The NFL’s owners and players finalized the remaining details of the collective bargaining agreement late Wednesday night, clearing the way — finally — to a decade-long labor peace while simultaneously doing something unprecedented in recent NFL history.
It’s expected that player reps from each respective team will brief the players on the new agreement. Then the general membership will vote and the results will be faxed to the NFLPA. If the players get over 50 percent, it passes, and teams would be on the practice field by 4 p.m. ET, a source with knowledge of the negotiations told me.
And it will pass. That’s almost guaranteed.
A league source said teams received an email from the NFL saying the league year will begin at 4 p.m. ET (at the latest) on Thursday and, the source said, teams must be under the salary cap by that time.
This could lead to a bit of a scramble for some teams, as sources said a handful were over the cap as of Wednesday.
There are many interesting facets to the new CBA, I’m told, but none is more interesting than this: The final agreement calls for major restrictions on the limits to commissioner power regarding on-field punishment. This is one of the more controversial aspects of the deal.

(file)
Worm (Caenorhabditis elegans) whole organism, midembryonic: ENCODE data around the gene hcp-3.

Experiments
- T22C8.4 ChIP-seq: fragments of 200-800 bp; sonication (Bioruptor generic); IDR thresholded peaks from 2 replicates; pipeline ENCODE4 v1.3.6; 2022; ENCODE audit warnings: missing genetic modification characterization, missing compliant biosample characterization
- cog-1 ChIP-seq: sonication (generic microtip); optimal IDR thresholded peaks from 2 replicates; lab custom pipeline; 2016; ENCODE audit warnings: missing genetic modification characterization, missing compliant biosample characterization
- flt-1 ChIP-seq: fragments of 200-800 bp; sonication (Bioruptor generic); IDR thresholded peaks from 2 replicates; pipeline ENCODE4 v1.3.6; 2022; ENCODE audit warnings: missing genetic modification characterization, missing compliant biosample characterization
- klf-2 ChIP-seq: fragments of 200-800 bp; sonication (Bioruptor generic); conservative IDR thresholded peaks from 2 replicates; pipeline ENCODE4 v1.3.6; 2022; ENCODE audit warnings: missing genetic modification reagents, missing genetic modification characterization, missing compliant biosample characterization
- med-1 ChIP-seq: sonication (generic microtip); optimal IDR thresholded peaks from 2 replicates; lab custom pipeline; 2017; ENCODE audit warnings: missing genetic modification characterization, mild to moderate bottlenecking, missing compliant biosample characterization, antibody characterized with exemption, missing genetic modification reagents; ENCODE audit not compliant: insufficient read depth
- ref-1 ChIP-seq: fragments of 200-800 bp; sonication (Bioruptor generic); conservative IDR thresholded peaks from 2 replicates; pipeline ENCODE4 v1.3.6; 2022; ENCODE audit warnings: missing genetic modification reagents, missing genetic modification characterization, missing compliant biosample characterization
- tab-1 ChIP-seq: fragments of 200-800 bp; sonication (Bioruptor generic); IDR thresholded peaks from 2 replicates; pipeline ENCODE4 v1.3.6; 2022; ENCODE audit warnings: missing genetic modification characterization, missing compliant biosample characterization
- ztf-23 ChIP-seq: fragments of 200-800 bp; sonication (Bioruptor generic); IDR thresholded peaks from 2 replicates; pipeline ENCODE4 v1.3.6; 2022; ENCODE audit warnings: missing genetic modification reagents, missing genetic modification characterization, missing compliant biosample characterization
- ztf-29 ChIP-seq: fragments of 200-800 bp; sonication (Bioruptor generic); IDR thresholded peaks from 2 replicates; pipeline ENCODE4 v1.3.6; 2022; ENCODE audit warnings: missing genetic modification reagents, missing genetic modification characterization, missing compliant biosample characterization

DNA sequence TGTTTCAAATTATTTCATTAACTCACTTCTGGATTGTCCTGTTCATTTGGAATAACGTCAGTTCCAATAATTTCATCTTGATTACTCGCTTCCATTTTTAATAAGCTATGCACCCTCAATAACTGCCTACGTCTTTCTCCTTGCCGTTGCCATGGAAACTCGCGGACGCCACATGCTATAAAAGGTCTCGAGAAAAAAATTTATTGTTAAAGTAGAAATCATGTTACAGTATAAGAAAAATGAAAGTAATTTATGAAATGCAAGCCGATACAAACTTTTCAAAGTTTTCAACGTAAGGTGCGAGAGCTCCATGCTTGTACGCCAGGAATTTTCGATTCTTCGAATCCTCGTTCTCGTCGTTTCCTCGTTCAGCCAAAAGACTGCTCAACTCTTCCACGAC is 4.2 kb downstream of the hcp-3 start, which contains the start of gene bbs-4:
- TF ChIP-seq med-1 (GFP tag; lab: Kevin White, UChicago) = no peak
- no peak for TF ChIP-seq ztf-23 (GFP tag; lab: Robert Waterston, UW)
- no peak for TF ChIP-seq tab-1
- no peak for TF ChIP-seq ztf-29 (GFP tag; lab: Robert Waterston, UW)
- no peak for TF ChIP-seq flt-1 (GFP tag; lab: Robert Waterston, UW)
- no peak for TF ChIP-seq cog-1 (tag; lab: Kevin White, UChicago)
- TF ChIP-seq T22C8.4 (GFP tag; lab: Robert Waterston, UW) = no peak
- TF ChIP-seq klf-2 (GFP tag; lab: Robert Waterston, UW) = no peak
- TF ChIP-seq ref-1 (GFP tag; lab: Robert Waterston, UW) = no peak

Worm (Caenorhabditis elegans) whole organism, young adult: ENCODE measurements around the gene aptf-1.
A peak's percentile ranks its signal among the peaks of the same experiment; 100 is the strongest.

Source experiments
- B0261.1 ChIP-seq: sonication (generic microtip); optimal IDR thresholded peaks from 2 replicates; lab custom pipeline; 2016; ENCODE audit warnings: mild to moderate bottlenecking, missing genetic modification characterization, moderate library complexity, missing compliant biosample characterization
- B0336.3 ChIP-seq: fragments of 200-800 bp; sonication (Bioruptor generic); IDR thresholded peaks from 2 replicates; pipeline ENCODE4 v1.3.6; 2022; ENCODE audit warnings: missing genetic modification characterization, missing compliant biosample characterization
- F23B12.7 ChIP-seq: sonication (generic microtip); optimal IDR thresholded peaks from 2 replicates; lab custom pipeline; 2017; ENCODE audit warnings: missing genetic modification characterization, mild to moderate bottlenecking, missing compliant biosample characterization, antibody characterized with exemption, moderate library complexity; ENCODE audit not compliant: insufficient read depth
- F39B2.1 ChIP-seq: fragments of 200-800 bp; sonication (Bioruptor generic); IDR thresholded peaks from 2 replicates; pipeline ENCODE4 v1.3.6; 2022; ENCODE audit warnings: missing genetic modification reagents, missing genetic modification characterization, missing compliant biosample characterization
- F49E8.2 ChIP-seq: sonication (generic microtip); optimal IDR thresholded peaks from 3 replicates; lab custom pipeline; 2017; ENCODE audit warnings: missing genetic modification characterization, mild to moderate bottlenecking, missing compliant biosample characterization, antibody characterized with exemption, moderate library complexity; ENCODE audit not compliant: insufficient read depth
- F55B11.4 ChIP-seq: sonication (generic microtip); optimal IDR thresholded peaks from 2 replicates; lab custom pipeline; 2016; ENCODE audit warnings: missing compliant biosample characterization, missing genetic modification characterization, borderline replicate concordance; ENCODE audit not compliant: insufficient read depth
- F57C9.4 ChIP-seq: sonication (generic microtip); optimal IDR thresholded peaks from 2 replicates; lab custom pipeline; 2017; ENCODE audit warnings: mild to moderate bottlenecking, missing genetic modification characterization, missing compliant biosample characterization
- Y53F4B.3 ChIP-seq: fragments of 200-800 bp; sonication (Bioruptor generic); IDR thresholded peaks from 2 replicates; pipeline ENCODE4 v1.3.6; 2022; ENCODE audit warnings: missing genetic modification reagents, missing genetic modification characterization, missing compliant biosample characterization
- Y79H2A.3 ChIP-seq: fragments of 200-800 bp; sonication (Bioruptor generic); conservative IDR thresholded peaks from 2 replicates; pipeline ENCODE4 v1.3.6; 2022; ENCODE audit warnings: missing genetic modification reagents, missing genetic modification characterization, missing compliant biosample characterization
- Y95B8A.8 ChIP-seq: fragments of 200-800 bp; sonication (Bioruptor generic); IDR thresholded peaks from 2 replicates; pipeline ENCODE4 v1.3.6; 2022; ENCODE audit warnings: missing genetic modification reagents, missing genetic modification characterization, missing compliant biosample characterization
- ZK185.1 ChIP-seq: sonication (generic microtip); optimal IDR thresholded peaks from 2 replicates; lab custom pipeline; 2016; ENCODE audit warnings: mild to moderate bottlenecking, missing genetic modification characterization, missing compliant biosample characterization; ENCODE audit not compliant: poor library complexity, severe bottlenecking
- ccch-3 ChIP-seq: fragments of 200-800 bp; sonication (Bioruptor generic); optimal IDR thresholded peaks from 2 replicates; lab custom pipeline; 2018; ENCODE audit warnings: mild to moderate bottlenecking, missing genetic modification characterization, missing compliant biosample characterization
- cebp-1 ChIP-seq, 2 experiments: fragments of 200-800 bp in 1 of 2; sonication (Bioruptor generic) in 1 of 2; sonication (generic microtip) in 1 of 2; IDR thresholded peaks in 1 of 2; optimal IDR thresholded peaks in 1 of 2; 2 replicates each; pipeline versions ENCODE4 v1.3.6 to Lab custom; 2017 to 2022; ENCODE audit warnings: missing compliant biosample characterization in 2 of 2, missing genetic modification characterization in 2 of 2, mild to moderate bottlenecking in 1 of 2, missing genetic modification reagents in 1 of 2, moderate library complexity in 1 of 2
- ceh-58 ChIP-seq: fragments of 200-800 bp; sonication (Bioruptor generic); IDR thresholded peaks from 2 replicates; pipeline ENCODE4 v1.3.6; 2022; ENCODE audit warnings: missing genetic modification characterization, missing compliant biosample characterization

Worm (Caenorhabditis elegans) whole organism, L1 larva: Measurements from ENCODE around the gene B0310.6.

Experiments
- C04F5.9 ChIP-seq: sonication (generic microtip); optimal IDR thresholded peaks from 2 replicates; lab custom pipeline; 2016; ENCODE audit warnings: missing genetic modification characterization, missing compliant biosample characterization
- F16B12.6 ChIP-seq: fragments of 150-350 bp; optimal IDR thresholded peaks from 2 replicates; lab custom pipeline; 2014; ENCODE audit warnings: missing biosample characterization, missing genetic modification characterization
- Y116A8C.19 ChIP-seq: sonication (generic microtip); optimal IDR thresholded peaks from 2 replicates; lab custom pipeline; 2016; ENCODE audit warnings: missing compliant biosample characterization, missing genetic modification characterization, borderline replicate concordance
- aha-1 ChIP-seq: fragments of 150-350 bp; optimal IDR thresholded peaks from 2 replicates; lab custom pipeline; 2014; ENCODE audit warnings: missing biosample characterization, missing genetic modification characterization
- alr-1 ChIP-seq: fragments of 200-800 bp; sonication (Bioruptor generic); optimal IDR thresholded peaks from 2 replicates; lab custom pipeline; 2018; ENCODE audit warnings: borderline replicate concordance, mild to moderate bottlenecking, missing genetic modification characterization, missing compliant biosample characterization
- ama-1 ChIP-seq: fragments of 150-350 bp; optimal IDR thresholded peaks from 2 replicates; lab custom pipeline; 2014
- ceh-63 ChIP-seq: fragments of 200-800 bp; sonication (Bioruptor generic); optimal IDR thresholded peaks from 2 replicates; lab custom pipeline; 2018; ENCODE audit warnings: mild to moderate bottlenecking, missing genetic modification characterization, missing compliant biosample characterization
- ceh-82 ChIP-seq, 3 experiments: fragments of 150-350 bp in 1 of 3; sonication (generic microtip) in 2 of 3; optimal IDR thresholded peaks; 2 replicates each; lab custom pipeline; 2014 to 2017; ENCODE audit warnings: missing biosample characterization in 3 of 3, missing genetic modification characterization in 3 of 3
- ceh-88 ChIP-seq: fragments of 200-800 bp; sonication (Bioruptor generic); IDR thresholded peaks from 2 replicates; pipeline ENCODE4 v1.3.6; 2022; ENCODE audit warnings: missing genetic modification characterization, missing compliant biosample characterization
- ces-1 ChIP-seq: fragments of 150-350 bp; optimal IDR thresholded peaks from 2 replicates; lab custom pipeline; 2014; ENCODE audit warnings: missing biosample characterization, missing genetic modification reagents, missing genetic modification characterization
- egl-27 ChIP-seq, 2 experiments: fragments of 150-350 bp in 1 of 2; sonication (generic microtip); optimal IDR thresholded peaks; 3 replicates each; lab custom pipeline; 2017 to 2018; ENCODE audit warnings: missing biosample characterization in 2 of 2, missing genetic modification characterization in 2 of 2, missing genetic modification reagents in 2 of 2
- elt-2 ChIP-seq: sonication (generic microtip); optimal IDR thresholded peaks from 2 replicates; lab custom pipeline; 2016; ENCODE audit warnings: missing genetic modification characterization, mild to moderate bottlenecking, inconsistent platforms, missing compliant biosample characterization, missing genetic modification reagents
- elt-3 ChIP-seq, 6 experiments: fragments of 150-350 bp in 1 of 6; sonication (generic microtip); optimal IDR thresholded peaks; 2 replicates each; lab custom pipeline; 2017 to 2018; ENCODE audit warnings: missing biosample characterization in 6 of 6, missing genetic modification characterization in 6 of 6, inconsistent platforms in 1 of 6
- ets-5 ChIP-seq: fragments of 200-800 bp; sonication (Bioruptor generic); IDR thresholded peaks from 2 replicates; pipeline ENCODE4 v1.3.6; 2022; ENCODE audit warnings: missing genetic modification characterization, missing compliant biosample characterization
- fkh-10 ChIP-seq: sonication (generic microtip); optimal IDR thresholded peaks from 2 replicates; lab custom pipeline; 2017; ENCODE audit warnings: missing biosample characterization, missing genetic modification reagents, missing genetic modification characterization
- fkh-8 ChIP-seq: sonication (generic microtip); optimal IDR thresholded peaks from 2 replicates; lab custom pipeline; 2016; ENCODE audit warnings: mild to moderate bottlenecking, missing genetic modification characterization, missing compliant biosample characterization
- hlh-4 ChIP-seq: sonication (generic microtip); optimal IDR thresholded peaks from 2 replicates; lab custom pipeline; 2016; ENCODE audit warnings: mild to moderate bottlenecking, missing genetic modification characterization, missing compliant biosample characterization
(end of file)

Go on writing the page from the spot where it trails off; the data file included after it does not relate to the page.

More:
Though details as of late Wednesday were still unclear, it appears the league will use jointly hired appeals officers.
If Roger Goodell fines, say, Pittsburgh’s James Harrison for a hit, Harrison will be able to appeal to these officers, the person said. It’s unclear how the commissioner’s powers for off-field punishment were affected. It’s also uncertain who these appeals officers will be.
In the past, Goodell was judge and jury and appeals went through him. This fact has irritated the players, since many of them view Goodell as overly punitive.
In the end, what matters most is the long lockout NFL nightmare is almost officially over. Since the player vote is the CBA equivalent of a rubber stamp, it’s a done deal.
Enjoy your 10 years of labor peace.